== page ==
Because Tinyletter is mostly for mail, it’s nearly impossible to find old newsletters. So I’m posting all my old newsletters here so they can be searched, indexed, all that. You’re still better off just subscribing.
Randy “Macho Man” Savage died on May 20, 2011, at the age of 59.
May 20, 2017
Back in April 2015, when I’d just started with the Bloomberg Politics gig, my friend and colleague John Heilemann asked me to come on his “With All Due Respect” show to discuss some sort of “politics bracket” they’d put together for the show. I was in Indianapolis covering the Final Four and didn’t really have time to dig into their bracket conceit, but they needed a guest and there was a studio nearby and I had some time before I had to be at the arena, so I said sure.
When I was a kid, I imagined every television show took months of planning, orchestrated like an opera, aged like a wine. Turns out, if they’re short on guests and long on time, they’ll just grab you off the street, strap you in a chair and just scream “Wing it!” right before they go live. I actually kind of like it. There’s a certain rush you get when you’re figuring things out on the fly, in front of a home-viewing audience. It’s like nightmare improv where if you say the wrong thing you can destroy your whole career in roughly two seconds. Workin’ without a net!
Anyway, it turned out in one of the brackets, Bloomberg Politics readers had voted some sort of victory for Jon Stewart over the Pope. (This was a couple of months after he had announced he was going to retire.) John asked me on air what I thought about Stewart beating the Pope, and I didn’t really understand what this bracket was, so I just sort of spitballed this idea that Stewart represented more than just comedy to your average reader of Bloomberg Politics and thus might even be more popular with those readers (whom I had found, anecdotally but not overwhelmingly, to be more liberal than conservative) than the Pope. John, amused, gently mocked me for saying that Jon Stewart was more popular than The Pope, and we ended the segment and I didn’t think any more about it.
That night, a site called Newsbusters, which advertises itself as “exposing and combating liberal media bias,” decided to write a post about the segment. It was titled “Bloomberg Columnist: Tina Fey, Jon Stewart More Universal Than the Pope.” The minute I saw it in my news feed, I knew I was in trouble. The post itself was relatively innocuous — the author even called me “affable and funny” — but pretty soon the emails started to flow in. One guy just copied and pasted his comment under the post: “I’m sure that as we speak, this guys parents are on their way to his office to slap the silliness out of their sons head. They are asking themselves, where did we go wrong?” And that was one of the nice ones! (And one that wasn’t particularly untrue, all told.)
I hadn’t meant to say I thought Jon Stewart was more popular than the Pope in a literal sense, just among readers of Bloomberg Politics (hence, why they voted for him over the Pope), but I understood why I’d be called out for it. So I responded in the comments of the post, writing, “I’m not sure this was “leftist” or not ... but it was probably a pretty dumb thing to say. Mea culpa. (For the record: I like the Pope a lot more than I like Jon Stewart.)“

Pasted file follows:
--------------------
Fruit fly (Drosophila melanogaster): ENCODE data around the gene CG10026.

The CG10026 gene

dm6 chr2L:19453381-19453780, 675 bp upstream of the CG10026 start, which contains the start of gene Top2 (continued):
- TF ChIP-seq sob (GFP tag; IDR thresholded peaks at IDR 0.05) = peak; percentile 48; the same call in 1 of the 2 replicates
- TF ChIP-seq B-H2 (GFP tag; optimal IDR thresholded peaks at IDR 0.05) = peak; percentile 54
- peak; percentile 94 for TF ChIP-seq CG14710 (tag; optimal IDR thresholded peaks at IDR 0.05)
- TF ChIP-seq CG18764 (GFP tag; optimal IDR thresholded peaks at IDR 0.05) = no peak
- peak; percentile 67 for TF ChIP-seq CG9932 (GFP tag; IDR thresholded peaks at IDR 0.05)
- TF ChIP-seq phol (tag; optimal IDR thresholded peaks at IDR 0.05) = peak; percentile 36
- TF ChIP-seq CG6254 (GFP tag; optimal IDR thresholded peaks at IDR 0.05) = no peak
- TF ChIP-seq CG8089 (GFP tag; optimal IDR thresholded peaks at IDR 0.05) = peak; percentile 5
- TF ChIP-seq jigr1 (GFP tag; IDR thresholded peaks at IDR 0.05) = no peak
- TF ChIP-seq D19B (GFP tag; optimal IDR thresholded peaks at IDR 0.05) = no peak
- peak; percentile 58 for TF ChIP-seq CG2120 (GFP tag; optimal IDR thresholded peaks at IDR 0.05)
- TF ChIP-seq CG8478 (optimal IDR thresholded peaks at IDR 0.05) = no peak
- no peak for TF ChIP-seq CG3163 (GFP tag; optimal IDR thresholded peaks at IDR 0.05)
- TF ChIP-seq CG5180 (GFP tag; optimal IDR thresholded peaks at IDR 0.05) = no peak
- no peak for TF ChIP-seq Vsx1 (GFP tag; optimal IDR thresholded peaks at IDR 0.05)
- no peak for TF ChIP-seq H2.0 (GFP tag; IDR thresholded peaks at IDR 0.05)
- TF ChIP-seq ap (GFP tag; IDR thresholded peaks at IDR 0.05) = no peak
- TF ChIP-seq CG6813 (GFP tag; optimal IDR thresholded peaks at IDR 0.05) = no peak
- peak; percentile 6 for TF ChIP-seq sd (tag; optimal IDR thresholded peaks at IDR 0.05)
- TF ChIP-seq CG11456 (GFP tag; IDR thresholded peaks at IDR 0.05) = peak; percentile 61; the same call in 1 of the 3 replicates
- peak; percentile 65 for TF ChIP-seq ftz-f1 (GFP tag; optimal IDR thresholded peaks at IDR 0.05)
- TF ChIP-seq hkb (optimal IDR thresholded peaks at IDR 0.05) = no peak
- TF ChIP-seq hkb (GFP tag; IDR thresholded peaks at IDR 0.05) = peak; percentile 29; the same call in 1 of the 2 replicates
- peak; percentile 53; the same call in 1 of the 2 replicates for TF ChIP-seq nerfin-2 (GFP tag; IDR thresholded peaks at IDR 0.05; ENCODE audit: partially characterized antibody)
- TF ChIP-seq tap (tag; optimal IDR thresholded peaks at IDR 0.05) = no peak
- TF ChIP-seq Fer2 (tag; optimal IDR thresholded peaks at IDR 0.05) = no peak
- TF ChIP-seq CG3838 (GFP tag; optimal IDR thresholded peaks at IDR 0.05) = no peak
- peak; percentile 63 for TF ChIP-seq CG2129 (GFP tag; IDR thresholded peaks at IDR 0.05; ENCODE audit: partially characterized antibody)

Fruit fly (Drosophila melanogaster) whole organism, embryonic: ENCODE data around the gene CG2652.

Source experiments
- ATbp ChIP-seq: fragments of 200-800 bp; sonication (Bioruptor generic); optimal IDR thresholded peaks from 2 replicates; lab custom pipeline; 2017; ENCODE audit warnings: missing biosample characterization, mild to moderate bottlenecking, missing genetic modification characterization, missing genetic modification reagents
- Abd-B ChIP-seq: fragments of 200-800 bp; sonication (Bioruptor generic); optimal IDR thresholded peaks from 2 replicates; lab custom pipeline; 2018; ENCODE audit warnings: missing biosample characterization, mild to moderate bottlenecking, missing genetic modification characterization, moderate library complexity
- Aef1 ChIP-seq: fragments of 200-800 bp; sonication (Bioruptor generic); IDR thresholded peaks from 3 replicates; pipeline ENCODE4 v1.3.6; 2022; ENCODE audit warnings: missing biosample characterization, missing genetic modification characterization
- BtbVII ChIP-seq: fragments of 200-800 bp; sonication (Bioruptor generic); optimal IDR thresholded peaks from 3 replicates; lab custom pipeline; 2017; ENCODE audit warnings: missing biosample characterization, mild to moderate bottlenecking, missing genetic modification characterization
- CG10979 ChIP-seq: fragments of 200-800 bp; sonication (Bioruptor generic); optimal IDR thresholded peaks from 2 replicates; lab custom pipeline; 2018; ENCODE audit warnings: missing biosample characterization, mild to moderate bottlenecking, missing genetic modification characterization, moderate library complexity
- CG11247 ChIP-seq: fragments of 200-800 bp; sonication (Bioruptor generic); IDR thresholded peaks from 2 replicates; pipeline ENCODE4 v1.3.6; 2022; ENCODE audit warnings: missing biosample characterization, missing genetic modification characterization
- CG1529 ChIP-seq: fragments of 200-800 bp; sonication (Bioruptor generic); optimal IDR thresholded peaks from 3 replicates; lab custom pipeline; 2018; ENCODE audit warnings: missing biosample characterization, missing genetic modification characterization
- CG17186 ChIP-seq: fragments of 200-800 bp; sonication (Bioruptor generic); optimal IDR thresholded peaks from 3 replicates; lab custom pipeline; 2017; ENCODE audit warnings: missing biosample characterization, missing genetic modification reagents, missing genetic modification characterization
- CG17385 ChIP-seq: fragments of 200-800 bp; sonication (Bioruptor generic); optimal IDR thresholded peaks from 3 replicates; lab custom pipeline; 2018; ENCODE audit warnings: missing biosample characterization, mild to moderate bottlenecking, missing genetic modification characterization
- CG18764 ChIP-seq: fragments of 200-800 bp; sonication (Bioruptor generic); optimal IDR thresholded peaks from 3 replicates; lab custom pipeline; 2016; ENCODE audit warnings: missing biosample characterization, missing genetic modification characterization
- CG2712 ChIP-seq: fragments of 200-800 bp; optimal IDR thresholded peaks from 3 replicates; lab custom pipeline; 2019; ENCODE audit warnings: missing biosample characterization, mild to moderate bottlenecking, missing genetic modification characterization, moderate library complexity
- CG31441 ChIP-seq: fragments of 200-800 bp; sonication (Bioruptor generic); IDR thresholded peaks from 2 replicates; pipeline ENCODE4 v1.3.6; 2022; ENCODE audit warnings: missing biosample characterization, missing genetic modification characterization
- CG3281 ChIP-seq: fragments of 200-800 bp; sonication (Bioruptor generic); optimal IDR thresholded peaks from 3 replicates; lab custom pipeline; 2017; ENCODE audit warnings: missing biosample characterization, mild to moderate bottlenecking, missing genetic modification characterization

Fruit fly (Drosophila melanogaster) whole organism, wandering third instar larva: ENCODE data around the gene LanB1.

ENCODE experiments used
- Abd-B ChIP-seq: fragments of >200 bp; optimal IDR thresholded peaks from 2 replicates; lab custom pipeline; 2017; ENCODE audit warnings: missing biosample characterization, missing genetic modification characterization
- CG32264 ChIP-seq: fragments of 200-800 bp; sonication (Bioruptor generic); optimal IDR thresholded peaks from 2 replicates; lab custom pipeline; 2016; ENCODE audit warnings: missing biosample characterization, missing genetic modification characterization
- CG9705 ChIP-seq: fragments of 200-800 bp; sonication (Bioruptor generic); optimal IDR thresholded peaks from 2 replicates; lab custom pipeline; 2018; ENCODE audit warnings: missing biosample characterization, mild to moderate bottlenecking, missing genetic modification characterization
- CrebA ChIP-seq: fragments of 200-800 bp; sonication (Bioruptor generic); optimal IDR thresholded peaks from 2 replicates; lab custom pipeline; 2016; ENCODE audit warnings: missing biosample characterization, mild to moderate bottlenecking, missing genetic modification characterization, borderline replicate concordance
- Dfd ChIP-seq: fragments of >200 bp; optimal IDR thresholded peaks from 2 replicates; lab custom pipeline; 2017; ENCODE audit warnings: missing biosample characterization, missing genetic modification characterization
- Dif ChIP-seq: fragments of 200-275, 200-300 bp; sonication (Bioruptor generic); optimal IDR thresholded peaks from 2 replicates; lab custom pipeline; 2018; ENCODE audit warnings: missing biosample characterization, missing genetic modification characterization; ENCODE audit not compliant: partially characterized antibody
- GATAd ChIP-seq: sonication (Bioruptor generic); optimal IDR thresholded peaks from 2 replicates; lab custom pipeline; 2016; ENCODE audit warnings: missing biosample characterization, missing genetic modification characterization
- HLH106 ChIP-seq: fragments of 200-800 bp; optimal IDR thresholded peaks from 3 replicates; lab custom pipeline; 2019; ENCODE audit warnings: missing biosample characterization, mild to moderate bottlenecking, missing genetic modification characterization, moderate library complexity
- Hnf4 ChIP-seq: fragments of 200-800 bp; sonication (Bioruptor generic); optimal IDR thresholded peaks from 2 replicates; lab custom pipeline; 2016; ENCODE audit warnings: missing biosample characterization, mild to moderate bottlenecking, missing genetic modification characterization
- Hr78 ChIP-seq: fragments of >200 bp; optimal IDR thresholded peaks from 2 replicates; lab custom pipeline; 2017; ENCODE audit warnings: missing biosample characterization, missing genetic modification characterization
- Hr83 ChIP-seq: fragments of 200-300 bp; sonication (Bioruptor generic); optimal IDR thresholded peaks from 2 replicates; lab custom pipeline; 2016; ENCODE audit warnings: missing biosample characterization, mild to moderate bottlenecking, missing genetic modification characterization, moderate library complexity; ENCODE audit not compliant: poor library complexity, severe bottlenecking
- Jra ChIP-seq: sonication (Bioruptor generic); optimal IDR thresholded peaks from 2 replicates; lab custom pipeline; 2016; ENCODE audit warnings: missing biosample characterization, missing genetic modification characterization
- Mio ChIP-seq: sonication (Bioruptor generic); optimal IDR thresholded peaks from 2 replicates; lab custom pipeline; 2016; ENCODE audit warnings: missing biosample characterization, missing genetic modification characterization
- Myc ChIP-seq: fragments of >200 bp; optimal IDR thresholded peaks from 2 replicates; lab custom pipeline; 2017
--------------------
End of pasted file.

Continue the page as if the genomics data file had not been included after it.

I know, I know. Decades of writing on the Internet have trained me not to read the comments, let alone wade around in them, but I was new to politics and, more than anything, determined not to be known as a “leftist” writer. Not only did I not consider myself one — and I still don’t — but we also didn’t want Bloomberg Politics to be known that way; I wanted to be able to write about the 2016 campaign in a truthful, non-activist, humanistic way that could be enjoyed and appreciated regardless of your political persuasion. I felt it was worth it to risk to head in there and admit my mistake head on. And you know what happened? The Newsbusters readers loved it.
“Bravo!! It took class to come here and say that!” “Well done! Mom always said it was the mark of a real man to admit when he was wrong. God knows I’ve had to admit it more than a few times.” And so on. It felt like we were all just fellow travelers. We disagreed on all sorts of views of the world — obviously, because we are all separate human beings with separate life experiences — but we probably agreed on a lot as well, and besides, why let something like politics get in the way of recognizing each other’s humanity and sharing a moment as regular people? I came away encouraged. This was how I wanted to discuss politics. As grownups. You might not agree with me on this thing, I might not agree with you on that thing, but dammit, we’re all just floating around this planet one time, let’s try to be good to each other while we’re here. HUGS.
Ah, for the halcyon days of April 2015, back when this was a reasonable dream, back when it didn’t seem like the stupidest thing in the world.
Two months later, Donald Trump would enter the Presidential race — a concept so bemusingly ridiculous that I wrote a big piece previewing it that was almost, almost, admiring of the guy — and nothing has been the same since. So many things have changed since then, nearly all of them for the worse *** , that harping on this particular one stands to be justly accused of being exclusionary or even privileged, but it’s still a shame that it’s impossible to have such an illusion now. We were partisan before. But now our partisanship is a code of arms emblazoned on the sword we plan on disembowling you with.